Phoenix’s Joker is a masterclass in physicality, tone, mannerism, and character evolution that manages what the best of anti-heroes do; doing increasingly awful things without entirely losing the sympathies, or at least logical understanding, of the audience.

There have been some wonderful depictions of the character over the years, from Jack Nicholson’s perpetually underrated version in 1989’s Batman to Heath Ledger’s Oscar-winning depiction in The Dark Knight – and Phoenix’s is up there with them. In fact, and this is purely a personal opinion, his Joker is only second to the best-ever… Mark Hamill’s (yep, the Luke Skywalker guy) in the Barman Arkham series of video games. He’s really that good and Joker is worth it just to see him.

His supporting cast ranges from fun to at least competent. Robert De Niro’s chat-show host and Brett Cullen’s Thomas Wayne, both of whom share the ambiguous duties of the antagonist, are both reliably effective while the rest of the ensemble simply blends together with the Gotham City setting to provide a canvass for Phoenix to create against. Being a pure character piece makes this somewhat inevitable and the skilful execution is one of the film’s biggest triumphs, while being a little unfair on Zazie Beetz’s love interest and Frances Conroy as Fleck’s mother, who deliver competent performances with not much time or space in which to do so.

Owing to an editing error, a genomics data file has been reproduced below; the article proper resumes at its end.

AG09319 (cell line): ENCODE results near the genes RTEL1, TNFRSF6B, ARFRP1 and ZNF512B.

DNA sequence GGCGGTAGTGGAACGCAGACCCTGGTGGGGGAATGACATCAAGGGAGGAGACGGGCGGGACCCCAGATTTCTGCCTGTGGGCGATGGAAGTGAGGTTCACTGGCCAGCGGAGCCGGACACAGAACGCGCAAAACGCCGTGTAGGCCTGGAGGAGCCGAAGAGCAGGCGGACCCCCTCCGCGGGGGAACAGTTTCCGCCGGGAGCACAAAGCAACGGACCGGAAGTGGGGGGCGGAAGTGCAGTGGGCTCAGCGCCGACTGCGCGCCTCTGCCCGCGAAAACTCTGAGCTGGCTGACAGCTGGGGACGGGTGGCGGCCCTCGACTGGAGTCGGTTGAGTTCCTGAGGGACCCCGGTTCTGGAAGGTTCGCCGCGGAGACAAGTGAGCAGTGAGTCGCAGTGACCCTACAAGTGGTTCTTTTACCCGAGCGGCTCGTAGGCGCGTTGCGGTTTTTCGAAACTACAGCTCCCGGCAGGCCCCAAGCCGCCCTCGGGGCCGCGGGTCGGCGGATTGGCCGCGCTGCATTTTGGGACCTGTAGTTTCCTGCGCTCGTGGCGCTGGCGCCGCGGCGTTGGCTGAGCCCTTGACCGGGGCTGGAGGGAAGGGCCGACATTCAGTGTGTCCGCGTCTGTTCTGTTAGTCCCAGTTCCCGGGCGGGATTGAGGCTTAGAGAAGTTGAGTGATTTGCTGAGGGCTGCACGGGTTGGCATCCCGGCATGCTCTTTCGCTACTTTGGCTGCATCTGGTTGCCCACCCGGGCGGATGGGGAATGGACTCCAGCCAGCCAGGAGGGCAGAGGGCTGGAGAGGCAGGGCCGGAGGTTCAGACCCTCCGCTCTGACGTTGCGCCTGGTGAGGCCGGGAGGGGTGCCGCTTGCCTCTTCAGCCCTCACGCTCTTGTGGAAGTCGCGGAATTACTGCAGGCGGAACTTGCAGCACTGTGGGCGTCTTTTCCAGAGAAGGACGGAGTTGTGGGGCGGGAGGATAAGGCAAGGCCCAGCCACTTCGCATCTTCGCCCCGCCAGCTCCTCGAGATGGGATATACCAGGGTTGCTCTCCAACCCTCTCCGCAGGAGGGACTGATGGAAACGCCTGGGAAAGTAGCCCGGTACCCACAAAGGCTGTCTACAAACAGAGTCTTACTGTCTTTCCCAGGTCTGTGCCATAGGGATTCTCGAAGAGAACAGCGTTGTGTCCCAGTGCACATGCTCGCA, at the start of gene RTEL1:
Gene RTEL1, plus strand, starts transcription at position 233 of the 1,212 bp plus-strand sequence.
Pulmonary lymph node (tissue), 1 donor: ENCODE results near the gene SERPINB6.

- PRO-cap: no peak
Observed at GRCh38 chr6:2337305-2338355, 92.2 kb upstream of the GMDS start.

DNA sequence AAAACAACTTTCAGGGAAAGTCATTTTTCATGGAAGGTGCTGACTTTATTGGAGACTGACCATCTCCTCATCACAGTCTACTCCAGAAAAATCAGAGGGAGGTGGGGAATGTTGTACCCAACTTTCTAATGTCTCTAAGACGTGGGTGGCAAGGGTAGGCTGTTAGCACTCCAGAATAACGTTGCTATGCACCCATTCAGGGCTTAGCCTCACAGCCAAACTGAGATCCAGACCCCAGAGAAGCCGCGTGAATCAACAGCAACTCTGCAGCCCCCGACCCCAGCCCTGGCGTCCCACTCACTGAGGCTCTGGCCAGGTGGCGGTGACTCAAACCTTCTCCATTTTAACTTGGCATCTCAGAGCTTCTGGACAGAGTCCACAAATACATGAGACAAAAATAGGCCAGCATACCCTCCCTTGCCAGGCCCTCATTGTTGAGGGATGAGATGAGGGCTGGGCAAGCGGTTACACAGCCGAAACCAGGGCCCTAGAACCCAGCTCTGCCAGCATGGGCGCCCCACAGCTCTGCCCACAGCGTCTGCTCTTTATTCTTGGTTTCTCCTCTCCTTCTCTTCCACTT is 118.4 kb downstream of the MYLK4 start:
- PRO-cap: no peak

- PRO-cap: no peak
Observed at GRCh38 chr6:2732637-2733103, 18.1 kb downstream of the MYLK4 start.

Joker looks great and it’s well written and directed, Todd Philips and Scott Silver are a great writing and directing combination for any set of credits, and the production team has resisted putting the usual superhero gloss on it and has left it feeling gritty, raw, and authentic without much effort. In particular, the music choice, especially the tracks chosen to repeat throughout the picture, are very well selected and remain in the memory long after leaving the cinema.

Where Joker occasionally falls down is in pacing and tone. There are scenes that drag on too long and lessen the impact of some of the more important scenes that feel as if they’ve been unnecessarily cut.